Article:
Annual or perennial herbs, rarely shrubs. Leaves opposite or alternate, the largest at the base of the stem, mostly simple with pinnate or palmate lobing, occasionally pinnately or ternately compound. Flower clusters flat-topped, of 2-7 flowers. Flowers regular, not spurred. Sepals and petals 5. Fertile stamens 5, alternating with 5 sterile stamens. Fruits with hairy parts and a spiralled bristle at the tip.
Most species in the genus grow naturally in alkaline, rocky, montane regions. In gardens they are generally grown in borders and rock gardens, or as pot plants, for the small, delicate flowers and ferny foliage.
Some species show a tendency to become weedy and there are 6 naturalised species in Australia: they should be grown with caution.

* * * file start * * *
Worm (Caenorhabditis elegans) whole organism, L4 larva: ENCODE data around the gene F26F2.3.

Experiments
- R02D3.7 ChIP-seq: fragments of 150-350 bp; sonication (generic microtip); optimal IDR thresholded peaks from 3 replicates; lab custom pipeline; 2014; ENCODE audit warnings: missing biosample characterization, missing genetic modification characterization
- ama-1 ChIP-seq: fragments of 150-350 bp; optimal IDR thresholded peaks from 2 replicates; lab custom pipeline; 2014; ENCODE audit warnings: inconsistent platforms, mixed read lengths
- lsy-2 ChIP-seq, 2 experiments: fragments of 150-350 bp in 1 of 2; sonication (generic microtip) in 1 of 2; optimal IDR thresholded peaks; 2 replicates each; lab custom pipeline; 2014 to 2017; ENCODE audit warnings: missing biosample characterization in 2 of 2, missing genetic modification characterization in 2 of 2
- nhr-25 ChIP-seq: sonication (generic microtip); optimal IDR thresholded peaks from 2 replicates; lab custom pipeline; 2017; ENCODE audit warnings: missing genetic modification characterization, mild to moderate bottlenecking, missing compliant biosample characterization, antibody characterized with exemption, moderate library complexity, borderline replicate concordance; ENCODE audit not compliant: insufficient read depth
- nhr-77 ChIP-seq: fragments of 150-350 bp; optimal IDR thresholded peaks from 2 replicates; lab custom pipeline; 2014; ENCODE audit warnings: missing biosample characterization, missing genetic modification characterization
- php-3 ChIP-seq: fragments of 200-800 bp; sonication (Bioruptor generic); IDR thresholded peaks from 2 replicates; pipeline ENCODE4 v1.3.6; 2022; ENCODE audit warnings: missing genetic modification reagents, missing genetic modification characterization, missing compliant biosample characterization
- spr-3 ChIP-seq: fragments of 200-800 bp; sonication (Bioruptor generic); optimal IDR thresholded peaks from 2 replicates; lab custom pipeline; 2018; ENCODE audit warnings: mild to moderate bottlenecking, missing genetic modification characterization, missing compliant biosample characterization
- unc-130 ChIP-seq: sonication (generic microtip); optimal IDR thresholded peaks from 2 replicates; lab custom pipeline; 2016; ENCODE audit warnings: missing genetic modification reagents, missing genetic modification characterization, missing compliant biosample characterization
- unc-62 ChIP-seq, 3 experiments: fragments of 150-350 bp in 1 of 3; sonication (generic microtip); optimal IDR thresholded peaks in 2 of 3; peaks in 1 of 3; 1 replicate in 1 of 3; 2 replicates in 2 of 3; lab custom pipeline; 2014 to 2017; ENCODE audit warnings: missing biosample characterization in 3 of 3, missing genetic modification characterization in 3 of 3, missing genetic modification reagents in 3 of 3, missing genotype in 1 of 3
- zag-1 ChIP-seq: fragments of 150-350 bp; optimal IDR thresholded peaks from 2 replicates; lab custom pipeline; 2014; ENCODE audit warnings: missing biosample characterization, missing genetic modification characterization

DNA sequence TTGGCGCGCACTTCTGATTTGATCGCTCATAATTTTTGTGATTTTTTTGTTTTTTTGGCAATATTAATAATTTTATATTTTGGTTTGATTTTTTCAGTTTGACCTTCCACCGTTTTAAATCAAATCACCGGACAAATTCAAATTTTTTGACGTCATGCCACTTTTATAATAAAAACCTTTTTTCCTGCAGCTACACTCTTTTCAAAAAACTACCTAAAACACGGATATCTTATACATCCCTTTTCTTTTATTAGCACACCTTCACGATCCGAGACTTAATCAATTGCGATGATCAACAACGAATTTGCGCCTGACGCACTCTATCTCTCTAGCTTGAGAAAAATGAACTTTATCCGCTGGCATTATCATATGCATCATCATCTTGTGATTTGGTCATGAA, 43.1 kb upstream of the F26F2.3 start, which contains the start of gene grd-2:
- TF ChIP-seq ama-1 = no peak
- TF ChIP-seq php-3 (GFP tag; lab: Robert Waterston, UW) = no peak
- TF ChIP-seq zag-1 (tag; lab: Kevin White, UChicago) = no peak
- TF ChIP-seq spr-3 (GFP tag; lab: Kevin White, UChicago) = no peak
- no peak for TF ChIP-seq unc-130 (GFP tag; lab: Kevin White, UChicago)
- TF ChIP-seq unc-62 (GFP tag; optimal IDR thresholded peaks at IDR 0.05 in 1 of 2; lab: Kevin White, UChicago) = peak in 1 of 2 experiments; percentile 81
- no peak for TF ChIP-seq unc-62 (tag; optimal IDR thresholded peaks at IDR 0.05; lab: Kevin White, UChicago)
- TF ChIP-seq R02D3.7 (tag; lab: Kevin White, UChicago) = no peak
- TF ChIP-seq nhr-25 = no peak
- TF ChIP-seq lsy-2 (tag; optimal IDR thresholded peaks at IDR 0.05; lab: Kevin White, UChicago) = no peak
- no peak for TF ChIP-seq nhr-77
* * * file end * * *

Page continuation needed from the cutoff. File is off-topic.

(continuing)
An international registrar for cultivars has been established in the UK; Alby Scriven is the Australian representative of the Registrar. About 30 species are currently grown in specialist collections.
Seed and division.
Sometimes used as forage. A dye is extracted from the roots of some species. Others have edible roots.
Flowers with 5 fertile stamens; fruits with a spiralling bristle tip.
About 80 species from Australia (3 species), S America, C Asia, Africa and Europe (34 species), especially the Mediterranean region.
Source: (2002). Geraniaceae. In: . Horticultural Flora of South-eastern Australia. Volume 4. Flowering plants. Dicotyledons. Part 3. The identification of garden and cultivated plants. University of New South Wales Press.